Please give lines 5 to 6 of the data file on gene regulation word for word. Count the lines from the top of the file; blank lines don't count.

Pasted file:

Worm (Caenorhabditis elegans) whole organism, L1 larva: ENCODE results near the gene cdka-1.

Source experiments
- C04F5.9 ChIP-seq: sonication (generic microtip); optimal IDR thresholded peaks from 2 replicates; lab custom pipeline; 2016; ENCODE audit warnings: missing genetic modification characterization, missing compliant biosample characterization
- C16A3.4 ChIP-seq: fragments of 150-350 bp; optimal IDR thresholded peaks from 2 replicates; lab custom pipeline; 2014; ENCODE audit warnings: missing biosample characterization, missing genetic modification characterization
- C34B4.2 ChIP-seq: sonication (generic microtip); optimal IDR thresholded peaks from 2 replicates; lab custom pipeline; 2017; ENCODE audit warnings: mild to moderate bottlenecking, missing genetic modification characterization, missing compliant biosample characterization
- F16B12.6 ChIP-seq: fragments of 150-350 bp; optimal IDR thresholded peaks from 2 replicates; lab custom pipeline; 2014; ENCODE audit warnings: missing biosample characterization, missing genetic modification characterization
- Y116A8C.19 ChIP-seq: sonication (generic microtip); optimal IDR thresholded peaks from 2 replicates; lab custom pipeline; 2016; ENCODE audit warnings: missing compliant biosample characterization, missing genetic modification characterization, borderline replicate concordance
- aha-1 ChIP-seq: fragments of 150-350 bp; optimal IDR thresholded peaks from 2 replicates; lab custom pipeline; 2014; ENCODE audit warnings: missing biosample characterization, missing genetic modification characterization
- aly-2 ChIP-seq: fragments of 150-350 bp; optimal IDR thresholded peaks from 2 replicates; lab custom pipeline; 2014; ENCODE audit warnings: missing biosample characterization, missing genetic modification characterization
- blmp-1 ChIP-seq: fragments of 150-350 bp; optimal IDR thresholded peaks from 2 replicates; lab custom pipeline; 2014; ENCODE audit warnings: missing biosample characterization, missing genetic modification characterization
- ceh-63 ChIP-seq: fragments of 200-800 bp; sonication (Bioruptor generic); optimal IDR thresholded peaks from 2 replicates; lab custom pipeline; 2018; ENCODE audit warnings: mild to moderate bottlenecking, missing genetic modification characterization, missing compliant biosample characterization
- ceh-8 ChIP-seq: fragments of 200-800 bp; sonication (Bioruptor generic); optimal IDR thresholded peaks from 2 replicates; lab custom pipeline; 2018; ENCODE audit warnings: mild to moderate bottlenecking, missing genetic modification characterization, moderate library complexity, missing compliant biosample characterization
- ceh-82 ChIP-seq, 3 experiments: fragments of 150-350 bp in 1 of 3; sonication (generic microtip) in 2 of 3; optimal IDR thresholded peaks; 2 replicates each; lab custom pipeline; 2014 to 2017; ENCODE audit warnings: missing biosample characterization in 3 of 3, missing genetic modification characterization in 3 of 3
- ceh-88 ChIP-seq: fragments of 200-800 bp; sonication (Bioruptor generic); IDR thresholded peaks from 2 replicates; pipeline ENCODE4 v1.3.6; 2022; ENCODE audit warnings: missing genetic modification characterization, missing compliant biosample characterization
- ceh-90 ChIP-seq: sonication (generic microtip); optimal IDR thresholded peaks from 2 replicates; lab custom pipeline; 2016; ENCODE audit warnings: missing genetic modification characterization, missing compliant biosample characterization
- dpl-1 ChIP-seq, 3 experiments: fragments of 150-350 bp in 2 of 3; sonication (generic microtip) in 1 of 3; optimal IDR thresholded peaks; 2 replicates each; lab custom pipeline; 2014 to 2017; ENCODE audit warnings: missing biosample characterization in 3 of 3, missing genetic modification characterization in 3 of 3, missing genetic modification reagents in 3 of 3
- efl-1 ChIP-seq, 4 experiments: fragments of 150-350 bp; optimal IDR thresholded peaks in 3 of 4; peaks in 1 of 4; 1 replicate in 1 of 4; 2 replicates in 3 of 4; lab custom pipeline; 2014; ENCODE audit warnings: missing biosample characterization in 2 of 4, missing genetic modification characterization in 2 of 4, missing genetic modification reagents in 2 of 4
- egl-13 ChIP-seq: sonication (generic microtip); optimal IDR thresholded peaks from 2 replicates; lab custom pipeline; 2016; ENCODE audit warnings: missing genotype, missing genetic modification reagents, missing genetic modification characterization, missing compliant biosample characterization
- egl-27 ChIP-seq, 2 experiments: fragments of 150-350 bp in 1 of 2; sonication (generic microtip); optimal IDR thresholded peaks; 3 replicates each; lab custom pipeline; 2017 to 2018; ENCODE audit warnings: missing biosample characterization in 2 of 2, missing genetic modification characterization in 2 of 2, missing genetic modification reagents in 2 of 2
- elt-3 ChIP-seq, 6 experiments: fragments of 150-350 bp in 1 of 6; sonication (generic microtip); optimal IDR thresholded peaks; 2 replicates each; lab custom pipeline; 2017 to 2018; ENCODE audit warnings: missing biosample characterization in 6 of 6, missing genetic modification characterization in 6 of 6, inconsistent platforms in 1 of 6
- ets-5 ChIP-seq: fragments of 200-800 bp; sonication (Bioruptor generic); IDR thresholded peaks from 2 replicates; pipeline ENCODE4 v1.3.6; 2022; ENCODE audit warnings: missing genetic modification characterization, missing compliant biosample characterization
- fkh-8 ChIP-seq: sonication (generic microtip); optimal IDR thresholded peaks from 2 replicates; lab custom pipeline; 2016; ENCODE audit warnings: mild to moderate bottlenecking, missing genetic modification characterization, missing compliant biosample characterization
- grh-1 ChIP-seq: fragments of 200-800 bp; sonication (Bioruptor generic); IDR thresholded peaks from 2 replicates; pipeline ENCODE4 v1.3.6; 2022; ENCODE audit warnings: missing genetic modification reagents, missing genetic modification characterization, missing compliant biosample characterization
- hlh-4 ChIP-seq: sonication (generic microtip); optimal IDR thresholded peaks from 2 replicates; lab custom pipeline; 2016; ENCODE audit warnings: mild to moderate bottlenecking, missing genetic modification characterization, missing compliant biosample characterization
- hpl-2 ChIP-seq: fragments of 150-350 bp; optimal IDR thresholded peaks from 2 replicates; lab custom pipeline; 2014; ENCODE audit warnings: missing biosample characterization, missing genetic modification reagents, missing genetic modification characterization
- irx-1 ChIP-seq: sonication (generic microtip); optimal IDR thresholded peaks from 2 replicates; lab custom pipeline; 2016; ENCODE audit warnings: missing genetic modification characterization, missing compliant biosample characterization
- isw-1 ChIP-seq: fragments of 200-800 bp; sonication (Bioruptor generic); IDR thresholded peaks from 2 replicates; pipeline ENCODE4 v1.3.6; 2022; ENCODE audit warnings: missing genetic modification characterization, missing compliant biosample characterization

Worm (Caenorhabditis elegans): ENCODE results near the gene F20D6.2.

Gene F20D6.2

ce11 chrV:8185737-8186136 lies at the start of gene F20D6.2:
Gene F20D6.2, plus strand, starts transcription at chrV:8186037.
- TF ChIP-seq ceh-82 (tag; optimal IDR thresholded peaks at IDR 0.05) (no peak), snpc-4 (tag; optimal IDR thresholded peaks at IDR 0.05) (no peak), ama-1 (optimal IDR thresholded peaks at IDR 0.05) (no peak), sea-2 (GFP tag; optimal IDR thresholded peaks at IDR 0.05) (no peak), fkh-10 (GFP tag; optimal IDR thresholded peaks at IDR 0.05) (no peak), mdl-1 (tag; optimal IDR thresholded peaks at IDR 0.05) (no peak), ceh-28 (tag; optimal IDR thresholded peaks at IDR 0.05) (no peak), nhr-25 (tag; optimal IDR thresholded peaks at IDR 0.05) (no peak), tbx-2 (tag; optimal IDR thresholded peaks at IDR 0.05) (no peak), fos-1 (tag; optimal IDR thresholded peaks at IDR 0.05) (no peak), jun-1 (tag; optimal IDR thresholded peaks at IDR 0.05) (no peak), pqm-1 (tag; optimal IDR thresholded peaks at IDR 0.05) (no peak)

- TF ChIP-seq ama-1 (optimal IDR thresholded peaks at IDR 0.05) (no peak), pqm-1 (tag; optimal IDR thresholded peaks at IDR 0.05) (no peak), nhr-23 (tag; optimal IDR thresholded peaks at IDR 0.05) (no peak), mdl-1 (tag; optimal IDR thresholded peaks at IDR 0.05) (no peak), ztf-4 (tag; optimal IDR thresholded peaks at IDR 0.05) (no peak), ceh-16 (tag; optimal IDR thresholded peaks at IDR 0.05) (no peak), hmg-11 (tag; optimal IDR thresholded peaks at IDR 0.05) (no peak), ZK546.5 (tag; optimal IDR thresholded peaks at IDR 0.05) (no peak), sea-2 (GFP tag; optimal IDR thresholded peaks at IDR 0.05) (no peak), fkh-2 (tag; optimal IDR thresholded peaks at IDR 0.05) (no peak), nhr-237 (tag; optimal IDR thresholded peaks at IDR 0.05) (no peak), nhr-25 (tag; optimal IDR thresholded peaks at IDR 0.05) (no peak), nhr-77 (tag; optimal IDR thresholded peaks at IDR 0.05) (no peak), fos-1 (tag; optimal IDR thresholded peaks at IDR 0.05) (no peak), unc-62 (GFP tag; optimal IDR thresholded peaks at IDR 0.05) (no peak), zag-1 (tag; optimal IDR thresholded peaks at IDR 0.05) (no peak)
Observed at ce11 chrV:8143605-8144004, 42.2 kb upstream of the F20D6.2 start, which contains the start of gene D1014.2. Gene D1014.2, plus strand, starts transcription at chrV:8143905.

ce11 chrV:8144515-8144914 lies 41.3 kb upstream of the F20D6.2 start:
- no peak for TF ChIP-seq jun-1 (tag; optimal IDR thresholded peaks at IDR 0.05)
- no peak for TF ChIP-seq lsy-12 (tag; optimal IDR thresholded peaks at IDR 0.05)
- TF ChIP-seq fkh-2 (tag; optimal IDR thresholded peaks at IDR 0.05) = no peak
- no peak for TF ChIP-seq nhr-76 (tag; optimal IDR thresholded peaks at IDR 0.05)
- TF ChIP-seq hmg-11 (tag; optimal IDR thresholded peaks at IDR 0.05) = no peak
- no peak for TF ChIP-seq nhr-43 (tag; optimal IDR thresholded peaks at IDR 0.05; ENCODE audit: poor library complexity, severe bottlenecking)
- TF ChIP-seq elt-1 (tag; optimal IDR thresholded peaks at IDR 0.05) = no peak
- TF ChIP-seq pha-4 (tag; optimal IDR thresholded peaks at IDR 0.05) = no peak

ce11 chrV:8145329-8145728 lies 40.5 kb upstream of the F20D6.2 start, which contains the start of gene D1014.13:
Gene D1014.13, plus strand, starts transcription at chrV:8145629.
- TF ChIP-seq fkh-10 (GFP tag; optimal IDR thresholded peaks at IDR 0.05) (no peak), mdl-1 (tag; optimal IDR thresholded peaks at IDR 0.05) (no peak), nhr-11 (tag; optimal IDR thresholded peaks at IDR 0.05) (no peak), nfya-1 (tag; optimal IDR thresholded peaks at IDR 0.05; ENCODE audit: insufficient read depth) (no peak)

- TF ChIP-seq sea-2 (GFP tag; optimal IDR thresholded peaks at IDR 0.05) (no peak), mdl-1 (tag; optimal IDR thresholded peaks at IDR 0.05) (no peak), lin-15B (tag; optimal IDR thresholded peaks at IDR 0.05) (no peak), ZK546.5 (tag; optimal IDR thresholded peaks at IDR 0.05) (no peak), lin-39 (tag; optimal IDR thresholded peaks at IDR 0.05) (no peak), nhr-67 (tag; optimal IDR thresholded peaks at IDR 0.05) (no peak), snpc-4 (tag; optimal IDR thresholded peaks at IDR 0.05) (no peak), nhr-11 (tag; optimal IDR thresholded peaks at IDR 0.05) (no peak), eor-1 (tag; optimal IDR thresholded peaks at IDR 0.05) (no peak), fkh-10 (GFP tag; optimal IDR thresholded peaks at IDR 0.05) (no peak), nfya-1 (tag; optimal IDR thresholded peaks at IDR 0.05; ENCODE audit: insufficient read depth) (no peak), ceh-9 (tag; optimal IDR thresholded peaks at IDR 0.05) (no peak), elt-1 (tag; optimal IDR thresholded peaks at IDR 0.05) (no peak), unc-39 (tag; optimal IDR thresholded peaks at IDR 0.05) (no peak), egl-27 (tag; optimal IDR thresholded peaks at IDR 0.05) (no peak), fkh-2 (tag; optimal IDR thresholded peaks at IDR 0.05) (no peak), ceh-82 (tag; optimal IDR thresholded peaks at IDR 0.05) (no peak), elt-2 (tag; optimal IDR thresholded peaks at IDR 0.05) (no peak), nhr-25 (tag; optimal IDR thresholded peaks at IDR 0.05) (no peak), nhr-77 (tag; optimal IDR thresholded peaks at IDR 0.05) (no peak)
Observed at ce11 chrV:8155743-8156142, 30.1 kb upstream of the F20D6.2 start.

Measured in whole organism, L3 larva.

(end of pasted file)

- C34B4.2 ChIP-seq: sonication (generic microtip); optimal IDR thresholded peaks from 2 replicates; lab custom pipeline; 2017; ENCODE audit warnings: mild to moderate bottlenecking, missing genetic modification characterization, missing compliant biosample characterization
- F16B12.6 ChIP-seq: fragments of 150-350 bp; optimal IDR thresholded peaks from 2 replicates; lab custom pipeline; 2014; ENCODE audit warnings: missing biosample characterization, missing genetic modification characterization